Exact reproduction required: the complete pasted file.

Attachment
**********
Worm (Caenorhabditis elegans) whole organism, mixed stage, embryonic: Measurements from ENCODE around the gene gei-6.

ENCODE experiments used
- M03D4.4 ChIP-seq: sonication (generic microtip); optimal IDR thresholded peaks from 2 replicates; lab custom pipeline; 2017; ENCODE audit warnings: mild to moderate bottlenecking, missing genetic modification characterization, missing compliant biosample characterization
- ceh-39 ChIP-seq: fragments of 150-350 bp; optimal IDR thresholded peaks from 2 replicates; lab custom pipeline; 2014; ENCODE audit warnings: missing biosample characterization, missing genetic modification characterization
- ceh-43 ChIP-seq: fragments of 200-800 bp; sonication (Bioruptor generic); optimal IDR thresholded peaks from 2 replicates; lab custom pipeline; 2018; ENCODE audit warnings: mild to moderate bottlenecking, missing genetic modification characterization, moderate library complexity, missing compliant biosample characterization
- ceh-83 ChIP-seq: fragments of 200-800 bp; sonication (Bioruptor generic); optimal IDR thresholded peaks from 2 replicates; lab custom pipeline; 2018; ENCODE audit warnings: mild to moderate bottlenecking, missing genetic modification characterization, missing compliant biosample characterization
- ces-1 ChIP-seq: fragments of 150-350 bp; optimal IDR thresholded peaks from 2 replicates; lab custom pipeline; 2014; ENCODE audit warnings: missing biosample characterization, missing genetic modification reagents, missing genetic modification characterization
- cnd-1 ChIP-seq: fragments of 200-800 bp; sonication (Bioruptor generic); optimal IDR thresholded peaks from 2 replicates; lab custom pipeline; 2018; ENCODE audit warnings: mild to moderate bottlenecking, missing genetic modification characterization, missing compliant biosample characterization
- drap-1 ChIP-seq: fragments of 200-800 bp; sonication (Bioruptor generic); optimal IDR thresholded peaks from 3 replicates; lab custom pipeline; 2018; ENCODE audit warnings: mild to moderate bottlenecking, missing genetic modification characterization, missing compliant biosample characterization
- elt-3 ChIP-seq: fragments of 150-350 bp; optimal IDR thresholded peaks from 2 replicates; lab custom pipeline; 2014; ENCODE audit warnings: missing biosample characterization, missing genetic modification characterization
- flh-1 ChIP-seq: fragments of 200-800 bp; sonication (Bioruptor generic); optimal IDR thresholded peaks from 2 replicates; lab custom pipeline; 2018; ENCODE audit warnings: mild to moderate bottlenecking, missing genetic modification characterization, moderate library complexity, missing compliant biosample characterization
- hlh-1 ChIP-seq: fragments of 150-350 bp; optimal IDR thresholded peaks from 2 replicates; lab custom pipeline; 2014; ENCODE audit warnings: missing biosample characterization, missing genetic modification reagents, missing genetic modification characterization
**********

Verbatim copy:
Worm (Caenorhabditis elegans) whole organism, mixed stage, embryonic: Measurements from ENCODE around the gene gei-6.

ENCODE experiments used
- M03D4.4 ChIP-seq: sonication (generic microtip); optimal IDR thresholded peaks from 2 replicates; lab custom pipeline; 2017; ENCODE audit warnings: mild to moderate bottlenecking, missing genetic modification characterization, missing compliant biosample characterization
- ceh-39 ChIP-seq: fragments of 150-350 bp; optimal IDR thresholded peaks from 2 replicates; lab custom pipeline; 2014; ENCODE audit warnings: missing biosample characterization, missing genetic modification characterization
- ceh-43 ChIP-seq: fragments of 200-800 bp; sonication (Bioruptor generic); optimal IDR thresholded peaks from 2 replicates; lab custom pipeline; 2018; ENCODE audit warnings: mild to moderate bottlenecking, missing genetic modification characterization, moderate library complexity, missing compliant biosample characterization
- ceh-83 ChIP-seq: fragments of 200-800 bp; sonication (Bioruptor generic); optimal IDR thresholded peaks from 2 replicates; lab custom pipeline; 2018; ENCODE audit warnings: mild to moderate bottlenecking, missing genetic modification characterization, missing compliant biosample characterization
- ces-1 ChIP-seq: fragments of 150-350 bp; optimal IDR thresholded peaks from 2 replicates; lab custom pipeline; 2014; ENCODE audit warnings: missing biosample characterization, missing genetic modification reagents, missing genetic modification characterization
- cnd-1 ChIP-seq: fragments of 200-800 bp; sonication (Bioruptor generic); optimal IDR thresholded peaks from 2 replicates; lab custom pipeline; 2018; ENCODE audit warnings: mild to moderate bottlenecking, missing genetic modification characterization, missing compliant biosample characterization
- drap-1 ChIP-seq: fragments of 200-800 bp; sonication (Bioruptor generic); optimal IDR thresholded peaks from 3 replicates; lab custom pipeline; 2018; ENCODE audit warnings: mild to moderate bottlenecking, missing genetic modification characterization, missing compliant biosample characterization
- elt-3 ChIP-seq: fragments of 150-350 bp; optimal IDR thresholded peaks from 2 replicates; lab custom pipeline; 2014; ENCODE audit warnings: missing biosample characterization, missing genetic modification characterization
- flh-1 ChIP-seq: fragments of 200-800 bp; sonication (Bioruptor generic); optimal IDR thresholded peaks from 2 replicates; lab custom pipeline; 2018; ENCODE audit warnings: mild to moderate bottlenecking, missing genetic modification characterization, moderate library complexity, missing compliant biosample characterization
- hlh-1 ChIP-seq: fragments of 150-350 bp; optimal IDR thresholded peaks from 2 replicates; lab custom pipeline; 2014; ENCODE audit warnings: missing biosample characterization, missing genetic modification reagents, missing genetic modification characterization